The Complutensian Polyglot Bible is the name given to the first printed polyglot of the entire Bible, initiated and financed by Cardinal Francisco Jiménez de Cisneros (1436-1517). It includes the first printed editions of the Greek New Testament, the complete Septuagint, and the Targum Onkelos. Of the 600 printed, only 123 are known to have survived to date.
The New Testament was completed and printed in 1514, but its publication was delayed while work on the Old Testament continued, so they could be published together as a complete work. In the meantime, word of the Complutensian project reached Desiderius Erasmus in Rotterdam, who produced his own printed edition of the Greek New Testament. Erasmus obtained an exclusive four-year publishing privilege from Emperor Maximilian and Pope Leo X in 1516. Erasmus' text became known as the Textus Receptus, and later editions were the basis for the King James Version of the New Testament.
The Complutensian Old Testament was completed in 1517. Because of Erasmus' exclusive privilege, publication of the Polyglot was delayed until Pope Leo X could sanction it in 1520. It is believed to have not been distributed widely before 1522. Cardinal Cisneros died in July of 1517, five months after the Polyglot's completion, and never saw its publication.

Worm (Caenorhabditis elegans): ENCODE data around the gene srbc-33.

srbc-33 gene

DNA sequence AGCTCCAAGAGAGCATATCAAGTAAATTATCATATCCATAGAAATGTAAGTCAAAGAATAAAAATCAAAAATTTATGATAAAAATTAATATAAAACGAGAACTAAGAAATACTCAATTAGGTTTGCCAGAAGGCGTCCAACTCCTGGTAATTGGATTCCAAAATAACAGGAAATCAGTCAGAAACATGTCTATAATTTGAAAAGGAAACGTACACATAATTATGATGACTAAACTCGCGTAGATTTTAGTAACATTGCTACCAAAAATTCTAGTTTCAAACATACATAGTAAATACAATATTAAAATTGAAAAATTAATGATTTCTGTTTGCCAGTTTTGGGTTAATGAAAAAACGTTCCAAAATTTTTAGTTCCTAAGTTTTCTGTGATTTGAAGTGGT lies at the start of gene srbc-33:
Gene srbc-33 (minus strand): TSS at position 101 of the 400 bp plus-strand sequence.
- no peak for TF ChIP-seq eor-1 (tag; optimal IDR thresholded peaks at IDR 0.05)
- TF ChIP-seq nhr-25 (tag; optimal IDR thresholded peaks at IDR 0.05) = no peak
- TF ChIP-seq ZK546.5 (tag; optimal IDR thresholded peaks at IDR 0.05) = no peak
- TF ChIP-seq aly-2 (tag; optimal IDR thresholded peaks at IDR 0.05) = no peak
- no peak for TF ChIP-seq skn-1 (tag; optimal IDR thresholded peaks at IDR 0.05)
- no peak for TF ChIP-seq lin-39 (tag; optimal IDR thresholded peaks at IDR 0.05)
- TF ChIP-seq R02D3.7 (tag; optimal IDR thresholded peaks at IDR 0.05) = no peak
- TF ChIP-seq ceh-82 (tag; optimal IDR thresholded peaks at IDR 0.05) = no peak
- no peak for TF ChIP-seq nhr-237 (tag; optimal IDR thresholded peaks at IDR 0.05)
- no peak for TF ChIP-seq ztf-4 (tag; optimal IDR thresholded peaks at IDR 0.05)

Jerome's version of the Old Testament was placed between the Greek and Hebrew versions, thus the synagogue and the Eastern church, as the preface explains it, are set like the thieves on this side and on that, with Jesus (that is, the Roman Church) in the midst.
A magnificent full size (folio) facsimile edition was published in Valencia 1984-87. It is reproduced for the Bible text (volumes 1-5) from the copy in the Library of the Jesuit Society at Rome; the rare sixth volume with dictionaries has been reproduced from the copy in the Madrid University Library.
The typeface devised for the Complutensian by Arnaldo Guillén de Brocar has been regarded by typographers such as Robert Proctor as the apex of Greek typographical development in early printing, before Aldus Manutius' manuscript-based typefaces took over the market for the next two centuries. Proctor based his 1903 Otter Greek typeface on the Polyglot; the Greek Font Society's GFS Complutensian Greek is likewise based on the Polyglot.